California to Wisconsin: A Tale of Two Groundwater Struggles
Two major issues we spotlighted last fall in our #Wish4WaterWI campaign – Groundwater Depletion and Frac Sand Mining – are among those hitting the big screen next week Wednesday, March 25, when our popular Wild & Scenic Film Festival returns to the Barrymore Theatre.
The Festival features 10 short and medium length films on a variety of environmental themes, and one thing they all have in common is their power to teach the viewer something new or to look at something familiar in a different way.
And so it goes with groundwater. The film California: Paradise Burning (photo at right) by Matt Black and Ed Kashi provides an in-depth, photojournalistic view into that state’s Central Valley groundwater crisis, which has been caused by a variety of factors including – but not limited to – overpumping and significant drought.
A similar story, although with a different and complex web of causes and effects, is playing out in the Central Sands of Wisconsin, where rapid expansion of irrigated agriculture and factory farms – and the high-capacity wells that come with it – is seriously depleting groundwater resources.
Many lakes and streams have significantly reduced water levels; some have dried up completely. Yet concerned citizens are pushing back against what can seem like insurmountable odds. “Part of being a Wisconsinite is our water, and we need to adopt a culture that cares for it,” says Francie Rowe, a Coloma resident who owns a lake home on Pleasant Lake in the Central Sands area and has been spearheading an effort for years to protect it. “Water is a finite resource that will disappear if we continue to take it for granted. We need to value it and care for it.”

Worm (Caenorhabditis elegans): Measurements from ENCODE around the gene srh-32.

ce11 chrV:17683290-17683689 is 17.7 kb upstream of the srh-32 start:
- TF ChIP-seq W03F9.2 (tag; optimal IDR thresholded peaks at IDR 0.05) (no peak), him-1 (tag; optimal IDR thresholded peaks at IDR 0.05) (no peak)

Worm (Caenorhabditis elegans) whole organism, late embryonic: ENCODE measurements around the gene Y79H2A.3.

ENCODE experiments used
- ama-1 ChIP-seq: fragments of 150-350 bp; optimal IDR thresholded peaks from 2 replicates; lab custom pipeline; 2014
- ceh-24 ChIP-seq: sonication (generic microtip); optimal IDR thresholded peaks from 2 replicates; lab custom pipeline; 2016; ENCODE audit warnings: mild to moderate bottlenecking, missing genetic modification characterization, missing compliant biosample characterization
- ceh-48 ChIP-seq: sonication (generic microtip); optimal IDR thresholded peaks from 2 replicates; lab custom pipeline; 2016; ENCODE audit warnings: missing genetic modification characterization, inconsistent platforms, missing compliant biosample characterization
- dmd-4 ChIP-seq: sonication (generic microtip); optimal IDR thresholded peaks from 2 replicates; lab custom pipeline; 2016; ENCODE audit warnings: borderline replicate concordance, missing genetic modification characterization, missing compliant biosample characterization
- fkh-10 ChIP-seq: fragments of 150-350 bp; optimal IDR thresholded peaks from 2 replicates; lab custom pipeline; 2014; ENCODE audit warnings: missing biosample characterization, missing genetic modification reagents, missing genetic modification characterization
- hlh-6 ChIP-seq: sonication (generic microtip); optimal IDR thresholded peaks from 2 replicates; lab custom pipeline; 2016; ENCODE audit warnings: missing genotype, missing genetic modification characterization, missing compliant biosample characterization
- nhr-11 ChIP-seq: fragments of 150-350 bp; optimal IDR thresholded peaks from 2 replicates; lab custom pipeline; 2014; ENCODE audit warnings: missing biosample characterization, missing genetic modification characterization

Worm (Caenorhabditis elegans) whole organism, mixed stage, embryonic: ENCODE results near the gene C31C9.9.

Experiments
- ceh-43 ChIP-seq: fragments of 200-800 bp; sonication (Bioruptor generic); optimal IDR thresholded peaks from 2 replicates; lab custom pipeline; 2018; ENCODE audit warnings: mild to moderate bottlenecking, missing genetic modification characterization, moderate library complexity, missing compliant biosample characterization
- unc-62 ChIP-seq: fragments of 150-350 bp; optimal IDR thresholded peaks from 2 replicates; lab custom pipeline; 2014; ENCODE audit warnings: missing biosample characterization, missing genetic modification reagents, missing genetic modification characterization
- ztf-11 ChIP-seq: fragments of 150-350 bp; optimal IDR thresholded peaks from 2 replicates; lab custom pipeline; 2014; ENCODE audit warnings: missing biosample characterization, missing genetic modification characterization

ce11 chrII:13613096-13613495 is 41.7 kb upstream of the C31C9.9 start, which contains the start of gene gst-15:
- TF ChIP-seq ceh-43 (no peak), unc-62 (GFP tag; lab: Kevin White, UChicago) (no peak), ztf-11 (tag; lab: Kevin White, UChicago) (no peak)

Because of local residents like Rowe – and many other concerned citizens and engaged citizen groups – there is a flurry of legislative activity surrounding groundwater. Lawmakers, to date, have circulated two wildly differing proposals for managing groundwater in Wisconsin. We await a third comprehensive bill that would provide common sense, fair and sustainable protection for groundwater.
Aside from the complex and sometimes confusing legislative issues, groundwater depletion remains a very real issue with real impacts. People in Wisconsin wake up each day and slowly watch their lakes or nearby streams dry up (watch Barb Gifford talk about the Little Plover River).
Many who fight for groundwater protection recognize that we need to look for ways for industry and other water users to coexist, and we need to balance the interests of each appropriately. “We need a political shift,” says Rowe. While she acknowledges the need for better balance, she also feels very strongly, “We cannot put dairy cows ahead of a person’s right to drink clean water and property owners, both those living on and off our Wisconsin lakes and rivers, the right to enjoy them.”
So while California and Wisconsin both face serious yet very different groundwater problems – California’s is exacerbated by drought, Wisconsin’s is occurring despite normal rainfall – the common struggle might be a way to help bridge gaps in understanding and awareness. “I love that as storytellers we can take a polarizing issue and humanize it,” says Matt Black, one of the creators of California: Paradise Burning. “It contributes to the ongoing discussion and ultimately helps move the conversation forward in a productive way.”